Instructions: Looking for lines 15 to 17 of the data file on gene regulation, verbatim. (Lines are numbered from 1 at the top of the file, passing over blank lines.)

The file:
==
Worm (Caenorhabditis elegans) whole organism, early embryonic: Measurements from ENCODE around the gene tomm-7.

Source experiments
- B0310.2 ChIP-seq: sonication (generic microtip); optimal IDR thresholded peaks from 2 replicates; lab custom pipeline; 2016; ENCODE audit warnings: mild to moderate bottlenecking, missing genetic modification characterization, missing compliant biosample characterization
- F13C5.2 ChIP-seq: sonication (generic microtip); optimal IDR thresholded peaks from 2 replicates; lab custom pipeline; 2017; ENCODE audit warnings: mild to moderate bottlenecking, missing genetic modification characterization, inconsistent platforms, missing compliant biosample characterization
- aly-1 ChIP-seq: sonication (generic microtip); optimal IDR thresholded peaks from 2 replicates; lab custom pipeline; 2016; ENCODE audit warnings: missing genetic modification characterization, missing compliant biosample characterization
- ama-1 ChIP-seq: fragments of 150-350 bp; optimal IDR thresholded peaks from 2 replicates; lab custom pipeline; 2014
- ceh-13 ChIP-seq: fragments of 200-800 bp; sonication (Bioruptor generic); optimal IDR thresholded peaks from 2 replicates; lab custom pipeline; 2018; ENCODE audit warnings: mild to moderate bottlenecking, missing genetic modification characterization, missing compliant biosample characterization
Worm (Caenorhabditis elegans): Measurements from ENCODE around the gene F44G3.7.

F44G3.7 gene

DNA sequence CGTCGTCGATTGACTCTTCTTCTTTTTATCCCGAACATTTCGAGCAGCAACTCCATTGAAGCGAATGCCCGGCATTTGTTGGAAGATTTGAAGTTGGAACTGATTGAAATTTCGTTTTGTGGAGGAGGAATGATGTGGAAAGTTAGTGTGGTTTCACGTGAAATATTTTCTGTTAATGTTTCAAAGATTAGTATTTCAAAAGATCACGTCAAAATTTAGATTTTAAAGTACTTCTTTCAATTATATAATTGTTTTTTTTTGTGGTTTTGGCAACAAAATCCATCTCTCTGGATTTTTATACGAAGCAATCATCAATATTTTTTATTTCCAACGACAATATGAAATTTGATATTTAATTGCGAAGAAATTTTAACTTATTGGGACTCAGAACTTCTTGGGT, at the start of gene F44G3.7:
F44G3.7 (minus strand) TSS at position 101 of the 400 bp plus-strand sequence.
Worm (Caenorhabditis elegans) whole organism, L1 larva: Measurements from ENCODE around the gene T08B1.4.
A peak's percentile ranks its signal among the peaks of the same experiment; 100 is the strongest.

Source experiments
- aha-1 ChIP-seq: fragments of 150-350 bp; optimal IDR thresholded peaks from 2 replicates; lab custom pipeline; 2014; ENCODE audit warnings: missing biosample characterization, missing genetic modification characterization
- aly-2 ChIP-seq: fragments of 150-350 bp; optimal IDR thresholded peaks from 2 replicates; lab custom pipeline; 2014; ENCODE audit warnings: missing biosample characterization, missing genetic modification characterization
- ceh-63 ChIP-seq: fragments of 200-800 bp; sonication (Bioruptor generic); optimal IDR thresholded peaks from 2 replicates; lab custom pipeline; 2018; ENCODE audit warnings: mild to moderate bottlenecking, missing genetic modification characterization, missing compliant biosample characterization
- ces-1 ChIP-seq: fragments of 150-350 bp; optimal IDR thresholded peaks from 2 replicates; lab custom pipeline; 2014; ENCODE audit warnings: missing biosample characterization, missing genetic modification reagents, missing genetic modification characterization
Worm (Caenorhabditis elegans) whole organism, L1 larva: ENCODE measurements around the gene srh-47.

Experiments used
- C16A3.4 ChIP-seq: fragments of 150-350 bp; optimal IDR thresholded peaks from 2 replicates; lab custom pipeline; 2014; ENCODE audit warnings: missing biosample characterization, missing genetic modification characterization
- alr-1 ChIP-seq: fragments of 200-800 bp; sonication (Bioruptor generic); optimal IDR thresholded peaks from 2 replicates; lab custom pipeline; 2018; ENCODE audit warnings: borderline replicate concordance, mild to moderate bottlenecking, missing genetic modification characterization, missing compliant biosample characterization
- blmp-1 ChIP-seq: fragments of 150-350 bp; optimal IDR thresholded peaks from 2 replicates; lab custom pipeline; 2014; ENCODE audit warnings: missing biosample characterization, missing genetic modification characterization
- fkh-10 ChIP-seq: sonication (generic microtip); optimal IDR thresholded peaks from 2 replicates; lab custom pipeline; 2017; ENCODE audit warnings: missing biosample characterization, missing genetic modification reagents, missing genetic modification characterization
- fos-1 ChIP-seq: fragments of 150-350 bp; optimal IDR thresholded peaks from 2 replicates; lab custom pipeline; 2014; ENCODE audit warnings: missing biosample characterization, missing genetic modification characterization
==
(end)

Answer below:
- aha-1 ChIP-seq: fragments of 150-350 bp; optimal IDR thresholded peaks from 2 replicates; lab custom pipeline; 2014; ENCODE audit warnings: missing biosample characterization, missing genetic modification characterization
- aly-2 ChIP-seq: fragments of 150-350 bp; optimal IDR thresholded peaks from 2 replicates; lab custom pipeline; 2014; ENCODE audit warnings: missing biosample characterization, missing genetic modification characterization
- ceh-63 ChIP-seq: fragments of 200-800 bp; sonication (Bioruptor generic); optimal IDR thresholded peaks from 2 replicates; lab custom pipeline; 2018; ENCODE audit warnings: mild to moderate bottlenecking, missing genetic modification characterization, missing compliant biosample characterization